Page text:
#WFH: What Choices Are You Making ?
“You can pretend to care, but you can’t pretend to show up.” George Bell
In order to make responsible choices, first you have to accept responsibility for your thoughts and actions. Your mind and emotions will play tricks on you, if you are not aware. “The buck stops here” was popularized by President Harry S. Truman, who kept a sign with that phrase on his desk in the Oval Office. There are lots of ways this old saying can be interpreted, but generally it means, “I accept responsibility.” Behind many of our excuses is the belief that we are not in control. As human beings, we have developed coping mechanisms to give ourselves a sense of control whether it is really true or not.
The closer and more attached we are to others, the more we can allow ourselves to be influenced by their behaviors. It doesn’t matter who it is – boss, mom or the kids – the closer we are to someone emotionally, the more we have a tendency to react and not respond to their actions.
People flip our switches, pull our chains and push our buttons. With personality traits tagged passive, aggressive, and passive-aggressive, we allow ourselves to fall victim to he sway of others. “Passive” describes a detached individual, one who is not involved or not showing visible reactions to circumstances or events that might evoke emotions or active participation. Passive people influence us by not being there for us. They are not holding up their share of the bargain, not carrying their weight on the project, not getting involved. The inference is that these people are acted upon rather than causing action. Active is the opposite of passive. Passive people are seen as not being at fault when things go wrong; after all, they didn’t do anything.
In some ways, “aggressive” is easier to detect. These people are angry and forceful. They yell, scream and maybe bully. They take action and that action may be outwardly directed or inwardly directed. It can be healthy and constructive or unhealthy and destructive. Aggressive people act; in fact, they may attack.
“Passive-aggressive” is another interesting way humans attempt to control others and cover their motives at the same time. Passive-aggressive behaviors can be manipulative and are almost always negative. Such people are usually trying to gain some kind of control because they are angry but not able to express their anger. This personality trait can be difficult to detect and very destructive to work and personal relationships over time. Passive-aggressive people break down trust. Their behavior is based on the premise that, “I can control you and you can’t touch me.” This is a very destructive pattern because it is not only difficult to detect but also often self- sabotaging. Here are some ways it might surface: silence when there are issues to discuss, avoiding/ignoring, burying the head in the sand, stonewalling, procrastinating, deliberately stalling, fearing or avoiding competition, ambiguity, sulking, being morose, sullen or resentful in order to get attention or sympathy, chronic lateness or forgetting, fear of intimacy, taking the role of victim, self-pity, blame and making excuses (Harrn, 2011).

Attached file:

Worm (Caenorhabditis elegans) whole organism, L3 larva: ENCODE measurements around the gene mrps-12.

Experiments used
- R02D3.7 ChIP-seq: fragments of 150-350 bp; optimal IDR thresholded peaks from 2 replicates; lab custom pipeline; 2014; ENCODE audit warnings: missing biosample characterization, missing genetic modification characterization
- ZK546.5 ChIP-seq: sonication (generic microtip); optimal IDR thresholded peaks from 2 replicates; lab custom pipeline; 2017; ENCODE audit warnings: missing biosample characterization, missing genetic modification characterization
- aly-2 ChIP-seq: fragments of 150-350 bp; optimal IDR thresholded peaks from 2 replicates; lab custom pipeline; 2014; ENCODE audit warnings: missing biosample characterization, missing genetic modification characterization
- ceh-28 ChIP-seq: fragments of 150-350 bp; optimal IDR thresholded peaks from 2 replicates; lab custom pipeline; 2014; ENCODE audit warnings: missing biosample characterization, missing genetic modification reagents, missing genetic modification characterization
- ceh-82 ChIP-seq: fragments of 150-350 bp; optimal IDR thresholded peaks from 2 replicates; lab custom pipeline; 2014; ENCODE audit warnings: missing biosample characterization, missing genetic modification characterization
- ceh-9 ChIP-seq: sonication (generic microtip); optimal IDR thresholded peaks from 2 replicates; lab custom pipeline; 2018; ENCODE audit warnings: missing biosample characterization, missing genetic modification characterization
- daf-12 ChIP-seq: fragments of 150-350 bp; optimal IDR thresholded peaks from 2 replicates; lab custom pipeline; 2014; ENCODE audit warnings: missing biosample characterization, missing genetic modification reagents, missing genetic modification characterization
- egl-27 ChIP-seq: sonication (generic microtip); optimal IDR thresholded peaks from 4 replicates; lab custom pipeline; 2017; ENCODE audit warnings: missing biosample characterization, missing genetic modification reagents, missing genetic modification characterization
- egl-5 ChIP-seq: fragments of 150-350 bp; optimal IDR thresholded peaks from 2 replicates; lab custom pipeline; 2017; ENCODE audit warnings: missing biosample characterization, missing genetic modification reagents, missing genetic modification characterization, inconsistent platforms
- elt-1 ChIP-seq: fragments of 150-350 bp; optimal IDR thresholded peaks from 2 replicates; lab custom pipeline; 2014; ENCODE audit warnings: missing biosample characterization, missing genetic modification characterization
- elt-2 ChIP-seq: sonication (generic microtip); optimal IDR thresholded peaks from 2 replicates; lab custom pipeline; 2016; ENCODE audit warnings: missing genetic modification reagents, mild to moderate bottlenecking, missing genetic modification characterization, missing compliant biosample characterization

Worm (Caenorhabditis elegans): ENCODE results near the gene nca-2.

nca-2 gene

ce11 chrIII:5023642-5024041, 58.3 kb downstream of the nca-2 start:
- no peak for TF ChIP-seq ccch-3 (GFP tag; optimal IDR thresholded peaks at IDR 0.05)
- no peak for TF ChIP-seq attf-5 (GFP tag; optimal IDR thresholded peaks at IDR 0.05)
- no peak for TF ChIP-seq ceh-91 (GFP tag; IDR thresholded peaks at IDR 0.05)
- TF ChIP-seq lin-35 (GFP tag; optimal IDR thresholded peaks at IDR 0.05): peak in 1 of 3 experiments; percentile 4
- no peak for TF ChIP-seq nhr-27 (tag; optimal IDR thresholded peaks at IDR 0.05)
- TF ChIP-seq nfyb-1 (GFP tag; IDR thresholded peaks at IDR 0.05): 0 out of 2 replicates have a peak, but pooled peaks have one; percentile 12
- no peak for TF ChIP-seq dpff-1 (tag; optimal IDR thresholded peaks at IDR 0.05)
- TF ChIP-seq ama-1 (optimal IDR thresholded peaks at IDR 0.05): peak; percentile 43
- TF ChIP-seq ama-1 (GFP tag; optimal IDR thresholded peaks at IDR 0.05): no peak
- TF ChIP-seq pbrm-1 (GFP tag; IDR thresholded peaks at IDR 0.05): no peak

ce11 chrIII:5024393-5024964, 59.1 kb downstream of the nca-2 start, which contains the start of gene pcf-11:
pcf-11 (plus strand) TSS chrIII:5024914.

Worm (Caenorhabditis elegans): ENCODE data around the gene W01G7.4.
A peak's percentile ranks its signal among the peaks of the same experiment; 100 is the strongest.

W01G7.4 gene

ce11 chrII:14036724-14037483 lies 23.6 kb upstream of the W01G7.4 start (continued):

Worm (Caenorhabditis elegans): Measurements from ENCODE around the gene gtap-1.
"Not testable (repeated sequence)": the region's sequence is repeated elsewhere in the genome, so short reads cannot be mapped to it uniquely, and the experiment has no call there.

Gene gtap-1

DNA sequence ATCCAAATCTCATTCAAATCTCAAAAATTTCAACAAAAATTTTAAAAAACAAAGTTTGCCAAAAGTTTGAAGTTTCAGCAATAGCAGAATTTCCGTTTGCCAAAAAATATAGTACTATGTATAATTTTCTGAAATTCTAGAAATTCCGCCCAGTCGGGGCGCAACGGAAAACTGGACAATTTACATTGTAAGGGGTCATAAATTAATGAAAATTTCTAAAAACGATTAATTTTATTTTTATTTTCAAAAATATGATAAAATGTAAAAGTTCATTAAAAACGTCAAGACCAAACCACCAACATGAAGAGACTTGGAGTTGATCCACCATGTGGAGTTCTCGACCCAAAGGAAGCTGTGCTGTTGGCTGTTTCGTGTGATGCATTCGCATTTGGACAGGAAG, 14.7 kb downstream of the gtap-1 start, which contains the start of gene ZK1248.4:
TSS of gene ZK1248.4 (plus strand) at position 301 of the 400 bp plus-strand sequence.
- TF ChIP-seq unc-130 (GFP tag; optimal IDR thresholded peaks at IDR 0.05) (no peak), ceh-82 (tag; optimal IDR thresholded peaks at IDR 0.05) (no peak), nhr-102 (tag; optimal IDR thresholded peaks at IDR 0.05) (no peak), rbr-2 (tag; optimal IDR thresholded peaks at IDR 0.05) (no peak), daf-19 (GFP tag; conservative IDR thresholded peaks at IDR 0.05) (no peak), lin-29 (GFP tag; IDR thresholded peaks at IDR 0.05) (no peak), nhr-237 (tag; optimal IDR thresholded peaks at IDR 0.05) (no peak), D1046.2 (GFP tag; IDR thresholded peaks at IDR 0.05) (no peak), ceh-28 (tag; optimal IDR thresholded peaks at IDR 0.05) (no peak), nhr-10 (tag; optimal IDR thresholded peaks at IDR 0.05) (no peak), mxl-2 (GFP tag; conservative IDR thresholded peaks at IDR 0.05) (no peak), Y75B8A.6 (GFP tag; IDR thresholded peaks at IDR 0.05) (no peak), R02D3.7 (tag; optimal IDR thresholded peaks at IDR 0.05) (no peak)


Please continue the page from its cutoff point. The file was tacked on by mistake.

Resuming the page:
There are many ways this kind of behavior can show up. Most of us have some signs of passive, aggressive or passive-aggressive behaviors occasionally. If you or your loved ones are prone to occasionally acting poorly, be aware that what is important is how you respond to others and their actions because you can do nothing to control them. What you can do is control yourself and how you respond to people. You need to learn to be assertive and change the relationships you have with others. You might even want to change the relationship you have with yourself. Psychologists may possibly tell you to set some boundaries.
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